Knowledge is power.
Kids do need to know if they have ADHD – otherwise, they will only internalize things. They might think there is something wrong with them or that they are dumb or bad. They might make up
their own fantastical stories to make sense of what is happening for them. Use the word ADHD – they will hear it at some point, so it is best if it comes straight from you.
I find some experts say to focus on your child’s other strengths, implying that there is something wrong with ADHD. But, ADHD is an asset and has helped many, many, many, MANY people become extremely successful in their field. The problem is that others don’t really understand it very well and don’t know how to set up certain places, like some classrooms, to help the traits of ADHD shine.
I also want to note that I believe ADHD is mislabeled for a couple of different reasons. First, it’s not a disorder at all. It’s an asset. Second, we know kids have no problem paying attention to things they enjoy. They just have difficulty paying attention to things that are not as engaging (so really, it’s up to us to help make it more engaging, but that’s a different topic).
I bring this up because, before you go into any conversation about ADHD with your child, enter it with a positive attitude. ADHD is awesome!
Here are some other things to think about:
- You must know what ADHD is yourself first before you can explain it to your child.
- Know that this is not a one-time discussion. Pick a time that your child will be motivated to chat. Start with a short, simple explanation that is age-appropriate. Follow your child’s lead. If there is interest, you can go in-depth. If not, leave it with one short explanation and leave the door open to come ask questions. The discussions will evolve as your child gets older.
What to Say
To start, I like to use Dr. Hallowell’s analogy of the supercharged ADHD brain. It is like the fastest car in the world – much faster than brains of people without ADHD.
Kids with ADHD have so many ideas, things they want to see or say or do and are always checking things out. (Throw in examples here specific to your child).
I literally say to kids, “Congratulations, you have ADHD! That’s awesome because you have an incredible, super-charged brain! It can go really really fast. The problem is we only have bicycle brakes for our super-charged brains – the brakes aren’t powerful enough to slow us down when we need to! Sometimes we might spin out of control when they can’t help slow us down. So it’s really important to help strengthen those brakes.” (This last sentence is a good transition to explain why your child may have extra support people, strategies, medications etc.).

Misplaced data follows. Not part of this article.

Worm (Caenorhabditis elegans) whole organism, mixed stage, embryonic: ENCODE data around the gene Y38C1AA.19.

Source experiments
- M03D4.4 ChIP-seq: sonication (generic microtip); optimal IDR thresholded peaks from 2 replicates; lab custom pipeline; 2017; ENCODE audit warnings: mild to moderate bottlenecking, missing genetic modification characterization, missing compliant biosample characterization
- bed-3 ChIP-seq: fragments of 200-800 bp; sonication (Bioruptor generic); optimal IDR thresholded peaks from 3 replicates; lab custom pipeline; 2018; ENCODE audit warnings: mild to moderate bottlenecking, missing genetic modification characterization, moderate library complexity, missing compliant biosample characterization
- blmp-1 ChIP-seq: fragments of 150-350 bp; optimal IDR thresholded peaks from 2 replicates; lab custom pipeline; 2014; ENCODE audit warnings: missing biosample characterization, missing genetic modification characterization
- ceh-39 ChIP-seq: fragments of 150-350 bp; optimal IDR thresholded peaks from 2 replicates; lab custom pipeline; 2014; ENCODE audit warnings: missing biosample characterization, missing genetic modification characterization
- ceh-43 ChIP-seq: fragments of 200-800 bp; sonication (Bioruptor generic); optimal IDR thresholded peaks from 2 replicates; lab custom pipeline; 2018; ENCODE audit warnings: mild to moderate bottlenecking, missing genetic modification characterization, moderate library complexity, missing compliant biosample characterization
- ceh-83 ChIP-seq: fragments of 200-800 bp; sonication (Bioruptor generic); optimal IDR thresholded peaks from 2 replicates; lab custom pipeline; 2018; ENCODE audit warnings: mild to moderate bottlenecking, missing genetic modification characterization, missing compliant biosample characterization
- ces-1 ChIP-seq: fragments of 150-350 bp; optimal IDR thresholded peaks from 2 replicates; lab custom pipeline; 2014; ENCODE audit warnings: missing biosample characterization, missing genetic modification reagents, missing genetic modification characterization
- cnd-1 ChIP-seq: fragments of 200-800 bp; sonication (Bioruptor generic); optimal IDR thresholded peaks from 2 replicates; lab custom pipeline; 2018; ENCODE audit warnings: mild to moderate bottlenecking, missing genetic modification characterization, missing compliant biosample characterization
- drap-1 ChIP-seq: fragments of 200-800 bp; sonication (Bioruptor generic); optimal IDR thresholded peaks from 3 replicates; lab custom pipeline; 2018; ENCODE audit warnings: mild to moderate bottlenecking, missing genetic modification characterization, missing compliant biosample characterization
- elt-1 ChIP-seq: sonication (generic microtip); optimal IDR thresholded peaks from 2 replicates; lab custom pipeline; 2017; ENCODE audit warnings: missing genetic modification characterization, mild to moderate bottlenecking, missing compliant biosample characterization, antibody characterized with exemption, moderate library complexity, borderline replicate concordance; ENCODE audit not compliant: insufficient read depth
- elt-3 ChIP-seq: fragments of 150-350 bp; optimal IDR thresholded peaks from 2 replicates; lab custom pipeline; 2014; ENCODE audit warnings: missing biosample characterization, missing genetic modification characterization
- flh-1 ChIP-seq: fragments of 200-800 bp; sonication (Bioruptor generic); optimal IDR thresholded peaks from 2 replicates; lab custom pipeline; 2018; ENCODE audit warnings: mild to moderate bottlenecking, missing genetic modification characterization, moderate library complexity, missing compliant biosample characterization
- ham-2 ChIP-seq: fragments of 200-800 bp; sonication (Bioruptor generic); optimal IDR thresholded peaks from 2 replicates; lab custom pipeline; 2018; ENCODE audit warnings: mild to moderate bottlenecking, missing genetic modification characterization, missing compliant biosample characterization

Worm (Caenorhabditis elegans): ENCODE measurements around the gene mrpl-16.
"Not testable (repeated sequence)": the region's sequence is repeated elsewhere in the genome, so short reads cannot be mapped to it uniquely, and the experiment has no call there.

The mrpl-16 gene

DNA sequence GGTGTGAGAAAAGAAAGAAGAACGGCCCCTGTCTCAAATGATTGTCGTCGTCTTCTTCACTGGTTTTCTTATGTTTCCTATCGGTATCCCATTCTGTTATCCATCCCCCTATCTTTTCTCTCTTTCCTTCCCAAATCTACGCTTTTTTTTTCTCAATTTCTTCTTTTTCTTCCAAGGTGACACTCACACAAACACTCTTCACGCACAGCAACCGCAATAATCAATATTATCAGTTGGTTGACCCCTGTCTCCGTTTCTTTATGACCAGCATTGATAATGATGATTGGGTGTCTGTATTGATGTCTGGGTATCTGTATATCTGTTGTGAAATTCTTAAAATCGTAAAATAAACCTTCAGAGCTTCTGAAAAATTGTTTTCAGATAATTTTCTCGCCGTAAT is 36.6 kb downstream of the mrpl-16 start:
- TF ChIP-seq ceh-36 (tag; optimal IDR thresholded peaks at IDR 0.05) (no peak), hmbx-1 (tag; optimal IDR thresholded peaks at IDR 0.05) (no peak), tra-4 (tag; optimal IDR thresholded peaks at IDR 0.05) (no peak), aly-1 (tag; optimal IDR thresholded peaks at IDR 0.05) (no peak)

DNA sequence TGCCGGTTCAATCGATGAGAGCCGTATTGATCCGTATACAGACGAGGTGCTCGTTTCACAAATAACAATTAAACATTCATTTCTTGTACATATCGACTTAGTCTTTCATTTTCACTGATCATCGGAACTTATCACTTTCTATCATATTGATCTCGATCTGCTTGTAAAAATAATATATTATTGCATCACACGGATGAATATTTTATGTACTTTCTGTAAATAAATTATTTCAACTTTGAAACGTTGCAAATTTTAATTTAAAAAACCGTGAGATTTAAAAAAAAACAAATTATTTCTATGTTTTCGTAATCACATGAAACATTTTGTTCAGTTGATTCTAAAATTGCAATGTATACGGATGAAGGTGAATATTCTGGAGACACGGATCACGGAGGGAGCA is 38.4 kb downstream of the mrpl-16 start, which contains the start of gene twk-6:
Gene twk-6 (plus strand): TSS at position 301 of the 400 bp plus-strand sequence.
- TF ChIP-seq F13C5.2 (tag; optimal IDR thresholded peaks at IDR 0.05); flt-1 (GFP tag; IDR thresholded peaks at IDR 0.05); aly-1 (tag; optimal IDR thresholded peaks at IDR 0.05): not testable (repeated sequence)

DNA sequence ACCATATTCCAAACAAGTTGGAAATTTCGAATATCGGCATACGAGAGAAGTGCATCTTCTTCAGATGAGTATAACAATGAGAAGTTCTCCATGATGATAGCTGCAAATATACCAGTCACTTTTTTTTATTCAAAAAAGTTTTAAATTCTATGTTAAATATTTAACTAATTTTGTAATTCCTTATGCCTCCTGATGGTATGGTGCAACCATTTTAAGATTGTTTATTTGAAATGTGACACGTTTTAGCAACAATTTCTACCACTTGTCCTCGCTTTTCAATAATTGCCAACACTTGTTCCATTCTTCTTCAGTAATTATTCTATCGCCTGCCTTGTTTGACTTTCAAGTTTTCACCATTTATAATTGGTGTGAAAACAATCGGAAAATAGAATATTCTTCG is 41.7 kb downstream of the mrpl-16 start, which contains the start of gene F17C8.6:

Use specific examples relevant to your child. For instance:
- When we have a great idea, we might end up yelling out in class (or another example relevant to your child) so we don’t forget it (because our brain will go on to the next idea and won’t be able to remember that first idea). Our brakes don’t kick in to remind us we need to put up our hand first, even though we know we are supposed to, until after we’ve already called out. And then it’s too late and we might get in trouble.
- There are so many interesting things going on in the world and your brain really likes to soak it all in and watch everything that happens. Which is great, except when the teacher needs to tell you something important. Our brain wants to keep thinking of other things and the brakes aren’t strong enough to help us focus on what we’re supposed to be doing. This medication will help strengthen those brakes to help you pay attention in class when you’re supposed to.